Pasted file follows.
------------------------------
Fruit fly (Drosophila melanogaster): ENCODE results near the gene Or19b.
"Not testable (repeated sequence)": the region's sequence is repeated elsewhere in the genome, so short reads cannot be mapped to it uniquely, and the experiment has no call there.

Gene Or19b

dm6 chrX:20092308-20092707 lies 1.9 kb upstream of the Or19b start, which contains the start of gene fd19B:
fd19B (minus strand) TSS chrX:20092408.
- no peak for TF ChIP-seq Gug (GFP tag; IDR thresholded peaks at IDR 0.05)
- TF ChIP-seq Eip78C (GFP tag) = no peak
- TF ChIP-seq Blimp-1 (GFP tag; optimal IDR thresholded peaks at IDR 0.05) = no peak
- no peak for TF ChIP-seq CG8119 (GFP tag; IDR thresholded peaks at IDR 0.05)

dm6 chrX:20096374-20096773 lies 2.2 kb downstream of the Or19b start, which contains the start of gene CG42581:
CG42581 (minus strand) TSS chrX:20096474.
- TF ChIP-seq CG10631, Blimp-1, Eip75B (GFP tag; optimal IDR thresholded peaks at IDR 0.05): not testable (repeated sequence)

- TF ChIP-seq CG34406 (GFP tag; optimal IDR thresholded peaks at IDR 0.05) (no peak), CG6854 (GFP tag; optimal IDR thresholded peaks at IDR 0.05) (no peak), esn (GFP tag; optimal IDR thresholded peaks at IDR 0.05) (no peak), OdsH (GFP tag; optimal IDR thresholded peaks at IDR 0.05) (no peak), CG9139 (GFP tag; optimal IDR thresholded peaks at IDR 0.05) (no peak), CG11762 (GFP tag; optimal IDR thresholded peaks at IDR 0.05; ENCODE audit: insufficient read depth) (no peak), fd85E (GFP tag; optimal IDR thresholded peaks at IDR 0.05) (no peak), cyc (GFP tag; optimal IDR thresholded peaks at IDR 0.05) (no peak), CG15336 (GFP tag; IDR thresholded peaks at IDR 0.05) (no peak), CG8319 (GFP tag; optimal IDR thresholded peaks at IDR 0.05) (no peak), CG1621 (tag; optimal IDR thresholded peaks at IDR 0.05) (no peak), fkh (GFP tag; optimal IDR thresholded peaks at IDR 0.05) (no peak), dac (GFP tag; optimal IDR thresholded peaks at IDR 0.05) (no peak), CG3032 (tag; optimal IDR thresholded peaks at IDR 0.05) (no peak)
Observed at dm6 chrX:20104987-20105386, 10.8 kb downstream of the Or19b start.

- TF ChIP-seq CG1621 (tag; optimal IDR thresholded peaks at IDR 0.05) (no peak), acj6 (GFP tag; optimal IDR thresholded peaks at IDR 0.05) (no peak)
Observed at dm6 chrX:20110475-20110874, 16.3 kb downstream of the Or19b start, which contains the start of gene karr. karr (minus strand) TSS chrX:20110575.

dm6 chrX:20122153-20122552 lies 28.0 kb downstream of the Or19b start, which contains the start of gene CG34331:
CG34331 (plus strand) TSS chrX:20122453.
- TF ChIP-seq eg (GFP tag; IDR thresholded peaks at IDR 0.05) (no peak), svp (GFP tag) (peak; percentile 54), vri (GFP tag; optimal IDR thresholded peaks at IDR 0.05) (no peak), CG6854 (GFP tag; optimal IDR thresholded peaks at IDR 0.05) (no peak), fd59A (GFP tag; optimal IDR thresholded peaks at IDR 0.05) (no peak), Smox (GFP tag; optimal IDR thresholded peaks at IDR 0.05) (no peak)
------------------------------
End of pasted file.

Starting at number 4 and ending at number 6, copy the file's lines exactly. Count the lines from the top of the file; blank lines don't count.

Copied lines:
dm6 chrX:20092308-20092707 lies 1.9 kb upstream of the Or19b start, which contains the start of gene fd19B:
fd19B (minus strand) TSS chrX:20092408.
- no peak for TF ChIP-seq Gug (GFP tag; IDR thresholded peaks at IDR 0.05)